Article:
Diabetes Forecast

Making a Difference in Diabetes Care

By Christy Parkin, MSN, RN, CDE, Associate Editor ,

In Dallas recently, I spent some time with Donna Rice, MBA, RN, CDE, a dedicated and energetic colleague who has just opened a new diabetes center. The Diabetes Health and Wellness Institute is located in South Dallas, which has a very high incidence of diabetes and its complications, including cardiovascular disease and stroke. Its rate of hospitalizations for diabetes is 17 percent higher than that of any other area in the city.

I visited the facility shortly before its grand opening in June and found that it is no ordinary diabetes center. For starters, it is an impressive renovation of the former Juanita J. Craft Recreation Center, named after a renowned community activist who long served this underprivileged and crime-ridden neighborhood. But it isn't the history of the building that makes it unique. It's the mission of the center: to improve the care and save lives of people with diabetes using a new model focused on health care, education, and research. Baylor Health Care System (which has pledged to invest $15 million over five years) and the City of Dallas have joined forces at the center in an effort to improve South Dallas's grim health statistics.

Plans for the center include:
Diabetes education: Groups and individuals working with diabetes educators will acquire the skills and knowledge necessary to manage their disease.

Treatment: A modern health clinic will be staffed by a full-time physician, a nurse practitioner, visiting specialists, diabetes educators, and a referral coordinator.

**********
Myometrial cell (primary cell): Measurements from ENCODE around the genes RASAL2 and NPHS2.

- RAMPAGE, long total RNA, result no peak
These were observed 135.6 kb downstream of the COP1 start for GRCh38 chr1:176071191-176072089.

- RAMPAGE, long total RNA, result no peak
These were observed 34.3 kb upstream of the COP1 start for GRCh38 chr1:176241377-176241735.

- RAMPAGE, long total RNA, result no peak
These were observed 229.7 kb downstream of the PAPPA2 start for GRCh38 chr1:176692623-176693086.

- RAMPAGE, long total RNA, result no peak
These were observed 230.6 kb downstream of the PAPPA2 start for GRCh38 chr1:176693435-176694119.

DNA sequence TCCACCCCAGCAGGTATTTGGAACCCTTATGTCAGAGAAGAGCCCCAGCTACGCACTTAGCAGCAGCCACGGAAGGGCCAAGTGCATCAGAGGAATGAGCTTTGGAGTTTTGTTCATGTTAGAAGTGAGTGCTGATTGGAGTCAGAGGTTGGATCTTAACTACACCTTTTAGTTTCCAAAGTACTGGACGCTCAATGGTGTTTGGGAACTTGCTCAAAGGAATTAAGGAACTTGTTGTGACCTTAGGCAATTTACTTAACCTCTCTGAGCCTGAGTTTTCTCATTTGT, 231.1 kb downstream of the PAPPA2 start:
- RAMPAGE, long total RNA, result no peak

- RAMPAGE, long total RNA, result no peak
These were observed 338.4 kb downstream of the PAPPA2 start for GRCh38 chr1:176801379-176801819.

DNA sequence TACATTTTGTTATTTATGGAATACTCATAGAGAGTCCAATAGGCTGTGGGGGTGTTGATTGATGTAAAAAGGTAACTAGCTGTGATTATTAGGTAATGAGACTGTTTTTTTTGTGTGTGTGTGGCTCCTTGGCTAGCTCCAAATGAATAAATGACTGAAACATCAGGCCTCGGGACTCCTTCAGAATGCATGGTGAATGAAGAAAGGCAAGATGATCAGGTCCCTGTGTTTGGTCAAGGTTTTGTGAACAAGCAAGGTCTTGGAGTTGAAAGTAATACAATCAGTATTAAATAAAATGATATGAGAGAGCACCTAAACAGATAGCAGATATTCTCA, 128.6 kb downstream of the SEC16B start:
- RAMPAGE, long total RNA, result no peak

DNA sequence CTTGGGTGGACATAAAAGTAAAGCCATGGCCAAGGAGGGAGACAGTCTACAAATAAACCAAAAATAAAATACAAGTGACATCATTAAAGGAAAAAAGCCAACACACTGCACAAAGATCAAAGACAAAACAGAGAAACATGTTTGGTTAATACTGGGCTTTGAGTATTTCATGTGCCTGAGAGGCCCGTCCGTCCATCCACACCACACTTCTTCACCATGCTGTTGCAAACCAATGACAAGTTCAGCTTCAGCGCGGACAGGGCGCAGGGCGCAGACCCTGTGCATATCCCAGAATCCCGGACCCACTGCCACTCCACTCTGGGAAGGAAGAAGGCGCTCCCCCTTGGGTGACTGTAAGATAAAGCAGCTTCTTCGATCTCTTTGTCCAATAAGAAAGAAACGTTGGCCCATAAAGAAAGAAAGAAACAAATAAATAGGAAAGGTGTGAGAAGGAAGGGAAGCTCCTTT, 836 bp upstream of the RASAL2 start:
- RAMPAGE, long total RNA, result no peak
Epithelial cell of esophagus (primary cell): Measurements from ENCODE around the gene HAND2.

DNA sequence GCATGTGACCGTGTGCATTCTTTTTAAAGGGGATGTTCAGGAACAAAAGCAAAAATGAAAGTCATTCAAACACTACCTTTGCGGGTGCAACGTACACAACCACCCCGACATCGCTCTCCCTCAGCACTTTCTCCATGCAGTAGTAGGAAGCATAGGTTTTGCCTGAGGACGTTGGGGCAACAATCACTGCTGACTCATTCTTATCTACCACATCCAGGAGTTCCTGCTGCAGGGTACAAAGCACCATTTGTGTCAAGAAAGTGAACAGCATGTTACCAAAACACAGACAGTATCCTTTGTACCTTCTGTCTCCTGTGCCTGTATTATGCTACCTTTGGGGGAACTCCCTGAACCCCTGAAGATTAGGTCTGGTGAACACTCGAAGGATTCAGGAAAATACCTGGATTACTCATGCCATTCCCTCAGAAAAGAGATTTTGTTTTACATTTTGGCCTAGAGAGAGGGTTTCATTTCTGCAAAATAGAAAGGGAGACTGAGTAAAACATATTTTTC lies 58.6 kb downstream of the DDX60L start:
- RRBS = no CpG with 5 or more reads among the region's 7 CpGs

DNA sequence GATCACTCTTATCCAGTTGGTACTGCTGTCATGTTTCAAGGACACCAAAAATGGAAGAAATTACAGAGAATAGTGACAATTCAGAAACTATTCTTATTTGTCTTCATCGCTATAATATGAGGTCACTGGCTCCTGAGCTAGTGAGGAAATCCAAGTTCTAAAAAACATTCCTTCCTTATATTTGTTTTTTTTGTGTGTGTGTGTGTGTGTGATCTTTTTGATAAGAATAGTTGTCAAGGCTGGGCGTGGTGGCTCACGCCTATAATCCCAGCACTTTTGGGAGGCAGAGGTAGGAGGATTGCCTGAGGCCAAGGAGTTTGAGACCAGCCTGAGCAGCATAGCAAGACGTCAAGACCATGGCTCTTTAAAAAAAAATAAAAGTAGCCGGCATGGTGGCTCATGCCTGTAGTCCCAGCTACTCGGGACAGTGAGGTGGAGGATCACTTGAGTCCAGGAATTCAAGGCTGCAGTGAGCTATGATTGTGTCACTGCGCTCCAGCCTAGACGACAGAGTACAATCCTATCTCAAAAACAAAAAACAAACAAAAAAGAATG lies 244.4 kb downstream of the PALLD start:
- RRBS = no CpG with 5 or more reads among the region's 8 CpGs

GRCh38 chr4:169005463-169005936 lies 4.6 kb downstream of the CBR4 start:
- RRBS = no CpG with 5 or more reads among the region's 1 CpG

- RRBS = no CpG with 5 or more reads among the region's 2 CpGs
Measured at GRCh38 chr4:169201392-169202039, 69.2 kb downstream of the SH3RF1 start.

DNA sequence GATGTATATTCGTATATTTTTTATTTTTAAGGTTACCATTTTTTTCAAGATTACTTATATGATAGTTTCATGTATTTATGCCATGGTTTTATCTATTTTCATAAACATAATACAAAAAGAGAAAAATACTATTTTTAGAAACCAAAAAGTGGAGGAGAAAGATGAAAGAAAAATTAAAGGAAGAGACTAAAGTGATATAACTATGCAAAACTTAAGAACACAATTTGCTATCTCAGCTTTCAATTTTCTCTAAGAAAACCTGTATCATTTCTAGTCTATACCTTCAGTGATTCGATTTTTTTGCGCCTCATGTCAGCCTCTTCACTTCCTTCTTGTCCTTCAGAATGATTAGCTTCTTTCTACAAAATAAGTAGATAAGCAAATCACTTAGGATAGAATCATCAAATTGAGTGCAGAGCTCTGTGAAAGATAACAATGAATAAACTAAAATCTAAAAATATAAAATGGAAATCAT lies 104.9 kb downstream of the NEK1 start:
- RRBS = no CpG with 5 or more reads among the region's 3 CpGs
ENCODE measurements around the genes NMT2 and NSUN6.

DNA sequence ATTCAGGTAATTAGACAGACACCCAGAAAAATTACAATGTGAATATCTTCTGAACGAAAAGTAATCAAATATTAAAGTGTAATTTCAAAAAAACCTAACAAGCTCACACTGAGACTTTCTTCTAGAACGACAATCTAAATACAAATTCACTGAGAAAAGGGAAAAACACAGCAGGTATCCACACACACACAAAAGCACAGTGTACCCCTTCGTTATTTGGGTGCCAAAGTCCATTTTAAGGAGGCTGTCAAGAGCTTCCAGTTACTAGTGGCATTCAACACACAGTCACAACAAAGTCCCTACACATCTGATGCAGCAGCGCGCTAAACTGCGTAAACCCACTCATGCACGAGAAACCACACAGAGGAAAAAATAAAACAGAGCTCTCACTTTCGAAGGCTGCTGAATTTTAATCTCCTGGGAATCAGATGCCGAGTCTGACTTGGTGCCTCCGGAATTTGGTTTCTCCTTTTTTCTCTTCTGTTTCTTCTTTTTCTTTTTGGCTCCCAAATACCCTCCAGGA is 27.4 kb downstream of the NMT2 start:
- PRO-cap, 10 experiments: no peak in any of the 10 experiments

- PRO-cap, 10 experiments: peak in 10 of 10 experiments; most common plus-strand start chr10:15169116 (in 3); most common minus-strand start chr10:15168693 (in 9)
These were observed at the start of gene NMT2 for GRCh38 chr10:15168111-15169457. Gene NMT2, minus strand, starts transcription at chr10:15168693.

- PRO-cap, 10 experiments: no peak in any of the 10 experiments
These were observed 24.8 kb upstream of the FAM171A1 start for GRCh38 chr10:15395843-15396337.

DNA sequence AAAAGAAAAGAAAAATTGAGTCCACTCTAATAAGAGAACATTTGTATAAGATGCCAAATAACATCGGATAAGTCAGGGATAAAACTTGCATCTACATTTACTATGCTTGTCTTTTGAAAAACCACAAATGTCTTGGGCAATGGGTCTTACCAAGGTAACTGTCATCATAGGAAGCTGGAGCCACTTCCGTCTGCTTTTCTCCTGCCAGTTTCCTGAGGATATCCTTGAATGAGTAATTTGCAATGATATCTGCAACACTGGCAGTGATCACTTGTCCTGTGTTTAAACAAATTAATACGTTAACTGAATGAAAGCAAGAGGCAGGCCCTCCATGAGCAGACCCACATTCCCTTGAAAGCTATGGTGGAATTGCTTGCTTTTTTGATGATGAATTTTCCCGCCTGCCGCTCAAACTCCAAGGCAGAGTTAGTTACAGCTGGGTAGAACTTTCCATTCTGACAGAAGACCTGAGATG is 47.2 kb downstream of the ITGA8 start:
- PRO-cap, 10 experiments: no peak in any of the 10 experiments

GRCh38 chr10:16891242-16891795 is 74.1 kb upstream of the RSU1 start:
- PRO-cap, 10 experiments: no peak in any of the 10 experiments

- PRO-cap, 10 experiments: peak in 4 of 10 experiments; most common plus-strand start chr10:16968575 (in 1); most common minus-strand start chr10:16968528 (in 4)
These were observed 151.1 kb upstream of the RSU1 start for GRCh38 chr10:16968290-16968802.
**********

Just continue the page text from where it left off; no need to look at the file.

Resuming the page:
Recreation: The City of Dallas Park and Recreation Department will offer healthful activities including sports, dance classes, running and walking clinics, weight training, and after-school and holiday youth programs. The center has a large gymnasium and is surrounded by a 22-acre park with athletic fields, a swimming pool, and walking trails.

Classes and seminars: There are classrooms, computers, and conference rooms to help bring valuable information to the community. A fully equipped teaching kitchen has broadcast capabilities.

Outreach: Health workers will go into the neighborhood to provide screenings, education, and treatment.

Clearly, this center offers comprehensive services and support to an underserved, at-risk community. It is well funded and managed by qualified and committed people. This new resource in Dallas is evidence that although diabetes is a serious and growing problem, and we continually hear about how bad things are, there are motivated people stepping up to address the challenge. I hope the Diabetes Health and Wellness Institute in South Dallas inspires others to seek out opportunities in their own communities to make a difference.



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